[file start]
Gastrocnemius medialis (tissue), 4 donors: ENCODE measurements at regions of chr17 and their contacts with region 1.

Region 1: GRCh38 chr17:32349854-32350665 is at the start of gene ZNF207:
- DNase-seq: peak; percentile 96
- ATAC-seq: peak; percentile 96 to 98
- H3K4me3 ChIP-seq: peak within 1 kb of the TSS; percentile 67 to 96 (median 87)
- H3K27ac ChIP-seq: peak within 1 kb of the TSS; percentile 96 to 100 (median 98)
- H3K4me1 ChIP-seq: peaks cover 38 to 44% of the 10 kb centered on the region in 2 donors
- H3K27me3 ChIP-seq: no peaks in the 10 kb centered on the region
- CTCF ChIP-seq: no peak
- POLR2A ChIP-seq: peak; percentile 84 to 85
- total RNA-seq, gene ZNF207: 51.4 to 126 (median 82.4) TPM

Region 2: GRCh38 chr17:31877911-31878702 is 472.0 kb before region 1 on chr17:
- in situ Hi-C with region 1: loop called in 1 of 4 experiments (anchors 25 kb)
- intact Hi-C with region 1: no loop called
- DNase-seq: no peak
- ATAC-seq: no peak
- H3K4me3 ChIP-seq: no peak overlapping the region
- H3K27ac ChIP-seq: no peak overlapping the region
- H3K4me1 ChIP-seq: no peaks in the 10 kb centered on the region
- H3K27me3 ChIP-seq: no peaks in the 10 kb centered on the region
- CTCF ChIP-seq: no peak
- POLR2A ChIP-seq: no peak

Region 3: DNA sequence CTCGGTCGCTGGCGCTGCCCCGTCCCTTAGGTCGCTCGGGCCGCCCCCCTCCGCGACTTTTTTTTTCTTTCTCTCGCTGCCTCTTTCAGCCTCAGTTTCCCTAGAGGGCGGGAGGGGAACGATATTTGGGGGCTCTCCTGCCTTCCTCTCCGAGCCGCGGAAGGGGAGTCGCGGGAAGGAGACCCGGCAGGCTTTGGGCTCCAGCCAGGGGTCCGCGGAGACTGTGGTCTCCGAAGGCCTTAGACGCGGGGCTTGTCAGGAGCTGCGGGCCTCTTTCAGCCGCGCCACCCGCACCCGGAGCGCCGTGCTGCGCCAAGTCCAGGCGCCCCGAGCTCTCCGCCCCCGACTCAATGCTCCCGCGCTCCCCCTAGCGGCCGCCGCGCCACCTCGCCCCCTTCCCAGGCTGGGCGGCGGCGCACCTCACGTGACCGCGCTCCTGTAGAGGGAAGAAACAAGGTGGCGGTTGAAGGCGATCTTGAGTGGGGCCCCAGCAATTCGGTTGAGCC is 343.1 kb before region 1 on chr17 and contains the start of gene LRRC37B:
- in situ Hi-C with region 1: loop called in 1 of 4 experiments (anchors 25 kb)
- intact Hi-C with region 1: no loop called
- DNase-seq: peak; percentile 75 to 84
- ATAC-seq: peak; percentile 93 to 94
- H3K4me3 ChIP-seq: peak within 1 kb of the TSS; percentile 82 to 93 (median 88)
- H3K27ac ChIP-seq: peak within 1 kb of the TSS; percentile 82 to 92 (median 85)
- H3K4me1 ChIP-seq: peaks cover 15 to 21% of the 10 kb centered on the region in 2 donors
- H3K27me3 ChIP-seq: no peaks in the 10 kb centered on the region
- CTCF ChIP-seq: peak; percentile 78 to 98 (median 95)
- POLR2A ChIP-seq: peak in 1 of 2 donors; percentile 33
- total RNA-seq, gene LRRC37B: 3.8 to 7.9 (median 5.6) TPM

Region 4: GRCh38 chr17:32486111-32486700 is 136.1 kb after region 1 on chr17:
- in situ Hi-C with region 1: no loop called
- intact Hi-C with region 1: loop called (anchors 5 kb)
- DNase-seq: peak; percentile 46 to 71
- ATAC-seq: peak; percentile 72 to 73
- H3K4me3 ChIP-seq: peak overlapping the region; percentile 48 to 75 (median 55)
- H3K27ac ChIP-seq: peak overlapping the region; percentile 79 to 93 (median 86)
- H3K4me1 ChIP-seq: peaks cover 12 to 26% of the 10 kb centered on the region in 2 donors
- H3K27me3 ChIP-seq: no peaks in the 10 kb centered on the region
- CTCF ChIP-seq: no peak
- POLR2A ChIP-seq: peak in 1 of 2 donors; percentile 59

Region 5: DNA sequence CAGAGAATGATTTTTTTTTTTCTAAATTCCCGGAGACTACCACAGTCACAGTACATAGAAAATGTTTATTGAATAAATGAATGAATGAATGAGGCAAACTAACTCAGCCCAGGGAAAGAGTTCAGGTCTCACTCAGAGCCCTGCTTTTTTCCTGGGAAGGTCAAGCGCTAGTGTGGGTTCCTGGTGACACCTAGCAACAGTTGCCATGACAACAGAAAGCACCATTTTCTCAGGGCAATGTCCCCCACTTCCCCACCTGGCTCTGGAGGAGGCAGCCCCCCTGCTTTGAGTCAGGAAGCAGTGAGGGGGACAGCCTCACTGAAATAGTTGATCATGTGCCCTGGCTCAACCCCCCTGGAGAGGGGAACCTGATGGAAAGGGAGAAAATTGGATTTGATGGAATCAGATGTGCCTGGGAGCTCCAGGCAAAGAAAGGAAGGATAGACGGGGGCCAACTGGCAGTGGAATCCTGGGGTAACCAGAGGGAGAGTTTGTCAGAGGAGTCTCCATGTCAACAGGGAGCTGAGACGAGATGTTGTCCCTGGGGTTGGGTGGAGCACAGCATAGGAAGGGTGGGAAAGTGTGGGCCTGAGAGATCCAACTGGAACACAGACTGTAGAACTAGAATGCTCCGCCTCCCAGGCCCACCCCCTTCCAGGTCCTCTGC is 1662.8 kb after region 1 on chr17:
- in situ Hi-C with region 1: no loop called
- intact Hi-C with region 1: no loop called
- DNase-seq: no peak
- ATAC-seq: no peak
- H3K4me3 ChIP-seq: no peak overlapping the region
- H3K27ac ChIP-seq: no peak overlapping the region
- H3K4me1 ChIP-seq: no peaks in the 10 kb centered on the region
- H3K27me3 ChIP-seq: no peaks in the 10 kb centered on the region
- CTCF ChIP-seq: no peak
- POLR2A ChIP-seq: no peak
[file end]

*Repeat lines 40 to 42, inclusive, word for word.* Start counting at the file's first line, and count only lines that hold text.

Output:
- H3K4me3 ChIP-seq: peak overlapping the region; percentile 48 to 75 (median 55)
- H3K27ac ChIP-seq: peak overlapping the region; percentile 79 to 93 (median 86)
- H3K4me1 ChIP-seq: peaks cover 12 to 26% of the 10 kb centered on the region in 2 donors